Small and non-coding RNAs (miRNAs) post-transcriptionally control the translation and stability of mRNAs. These RNAs participate in the regulation of metabolism and tumorigenesis (7981). RNAs cannot function as extracellular signaling molecules because they are vulnerable to be degraded by ribonucleases (82). But interestingly, recent evidence shows that miRNAs contained in exosomes act as signal transducers and play important roles in the tumor microenvironment acting as a bridge between cancer cells and stromal cells (8285). Kosaka et al showed that miR-143 expression in normal prostate cells was higher and transferred growth-inhibitory signals to prostate cancer cells both in vitro and in vivo. They highlighted that secretory tumor-suppressive miRNAs may be a death signal from winners to losers in the context of cell competition (85). Macrophages also regulate the invasiveness of breast cancer cells through exosome-mediated delivery of oncogenic miRNAs (86). Notably, tumor-secreted miR-21 and miR-29a also can function by an unexpected mechanism, by binding as ligands to receptors of the Toll-like receptor (TLR) family, murine TLR7 and human TLR8 in immune cells, triggering a TLR-mediated prometastatic inflammatory response that ultimately may lead to tumor growth and metastasis (87). However, the detailed mechanisms of the role of secretory miRNAs in the tumor microenvironment are still poorly understood. Some studies only report that microRNAs can be stable blood-based markers for cancer detection. For example, a significant increase in miR10b, miR34a and miR155 concentrations in the peripheral blood of breast cancer patients and the observed correlation with tumor progression suggest a potential clinical utility of circulating miRNAs as a new class of future biomarkers (88). Serum levels of miR-141 (an miRNA expressed in prostate cancer) can distinguish patients with prostate cancer from healthy controls, and may be used as an important approach for the blood-based detection of human cancer (89). Although the understanding of the role of miRNAs in the tumor microenvironment remains poorly understood, it has been proposed that miRNAs in the tumor microenvironment may potentially serve as paracrine signaling molecules having both tumor-promoting as well as tumor-suppressing effects.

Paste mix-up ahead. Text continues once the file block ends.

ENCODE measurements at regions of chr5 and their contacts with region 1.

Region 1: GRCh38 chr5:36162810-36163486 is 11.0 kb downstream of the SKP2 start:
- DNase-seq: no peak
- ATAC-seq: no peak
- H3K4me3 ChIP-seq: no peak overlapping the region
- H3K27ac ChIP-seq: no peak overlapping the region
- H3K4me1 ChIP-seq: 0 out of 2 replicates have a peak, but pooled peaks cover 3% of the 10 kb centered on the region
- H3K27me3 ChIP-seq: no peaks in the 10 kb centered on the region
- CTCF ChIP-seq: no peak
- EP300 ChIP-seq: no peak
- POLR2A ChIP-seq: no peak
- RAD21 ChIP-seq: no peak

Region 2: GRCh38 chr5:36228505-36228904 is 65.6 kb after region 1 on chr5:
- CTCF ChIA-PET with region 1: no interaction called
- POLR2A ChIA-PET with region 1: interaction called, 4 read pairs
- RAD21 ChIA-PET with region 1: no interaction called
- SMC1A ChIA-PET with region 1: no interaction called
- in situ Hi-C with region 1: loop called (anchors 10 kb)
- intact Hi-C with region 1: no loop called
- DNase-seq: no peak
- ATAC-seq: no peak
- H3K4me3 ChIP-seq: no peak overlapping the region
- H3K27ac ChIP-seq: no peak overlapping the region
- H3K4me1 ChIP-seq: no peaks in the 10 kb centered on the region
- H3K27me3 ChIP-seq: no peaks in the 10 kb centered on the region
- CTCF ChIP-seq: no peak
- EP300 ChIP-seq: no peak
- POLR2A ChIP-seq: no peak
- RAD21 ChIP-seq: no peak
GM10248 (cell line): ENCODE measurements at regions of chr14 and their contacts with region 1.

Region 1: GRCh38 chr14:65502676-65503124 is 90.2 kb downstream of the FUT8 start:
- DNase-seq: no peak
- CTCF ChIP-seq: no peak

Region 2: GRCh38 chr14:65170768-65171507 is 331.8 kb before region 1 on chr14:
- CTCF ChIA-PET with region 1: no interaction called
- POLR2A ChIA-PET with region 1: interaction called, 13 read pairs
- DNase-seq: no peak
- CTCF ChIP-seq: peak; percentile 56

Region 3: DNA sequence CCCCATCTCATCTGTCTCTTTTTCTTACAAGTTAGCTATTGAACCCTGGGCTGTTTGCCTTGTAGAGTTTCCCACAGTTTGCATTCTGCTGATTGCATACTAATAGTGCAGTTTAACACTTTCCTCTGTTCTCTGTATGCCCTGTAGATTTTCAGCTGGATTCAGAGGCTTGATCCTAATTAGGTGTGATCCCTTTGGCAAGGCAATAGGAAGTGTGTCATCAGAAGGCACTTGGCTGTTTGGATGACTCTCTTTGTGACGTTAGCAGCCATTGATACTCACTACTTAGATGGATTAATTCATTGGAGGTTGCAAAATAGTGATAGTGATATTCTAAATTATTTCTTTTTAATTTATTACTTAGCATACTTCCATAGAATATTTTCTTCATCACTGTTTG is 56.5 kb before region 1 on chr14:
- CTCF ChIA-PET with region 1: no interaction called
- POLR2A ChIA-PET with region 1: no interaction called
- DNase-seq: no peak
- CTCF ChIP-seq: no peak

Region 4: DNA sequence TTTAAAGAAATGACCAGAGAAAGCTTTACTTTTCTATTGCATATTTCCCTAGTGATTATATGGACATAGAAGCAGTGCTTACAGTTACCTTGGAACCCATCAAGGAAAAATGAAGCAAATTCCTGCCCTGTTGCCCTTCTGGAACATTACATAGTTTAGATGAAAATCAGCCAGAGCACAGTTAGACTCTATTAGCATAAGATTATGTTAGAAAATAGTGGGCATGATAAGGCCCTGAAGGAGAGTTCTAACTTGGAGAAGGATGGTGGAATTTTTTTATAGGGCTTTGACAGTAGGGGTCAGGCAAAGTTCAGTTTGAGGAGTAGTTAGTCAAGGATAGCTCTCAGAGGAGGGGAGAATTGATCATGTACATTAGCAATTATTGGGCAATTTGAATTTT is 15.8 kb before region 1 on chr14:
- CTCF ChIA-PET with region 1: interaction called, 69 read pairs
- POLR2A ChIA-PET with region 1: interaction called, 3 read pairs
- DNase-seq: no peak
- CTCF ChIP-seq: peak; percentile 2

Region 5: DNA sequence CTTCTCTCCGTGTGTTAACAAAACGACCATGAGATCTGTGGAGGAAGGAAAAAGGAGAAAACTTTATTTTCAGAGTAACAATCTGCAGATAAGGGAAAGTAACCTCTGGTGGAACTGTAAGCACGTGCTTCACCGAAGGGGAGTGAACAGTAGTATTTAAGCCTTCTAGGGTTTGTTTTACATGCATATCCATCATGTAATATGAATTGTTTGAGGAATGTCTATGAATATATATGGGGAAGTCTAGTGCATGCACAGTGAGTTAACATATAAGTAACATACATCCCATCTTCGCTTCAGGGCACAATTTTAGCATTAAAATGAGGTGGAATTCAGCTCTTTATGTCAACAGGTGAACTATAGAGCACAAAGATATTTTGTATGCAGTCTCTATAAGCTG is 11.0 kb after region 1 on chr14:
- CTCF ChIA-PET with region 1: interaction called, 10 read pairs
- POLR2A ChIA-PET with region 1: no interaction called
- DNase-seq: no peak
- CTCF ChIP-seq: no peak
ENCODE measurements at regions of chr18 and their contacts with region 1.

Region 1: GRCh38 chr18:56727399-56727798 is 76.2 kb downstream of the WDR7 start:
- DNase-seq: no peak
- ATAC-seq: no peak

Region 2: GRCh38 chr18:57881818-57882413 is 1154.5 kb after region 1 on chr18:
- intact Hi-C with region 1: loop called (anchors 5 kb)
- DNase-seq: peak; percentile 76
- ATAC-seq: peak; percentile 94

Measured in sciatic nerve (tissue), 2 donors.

Buffering metabolic stress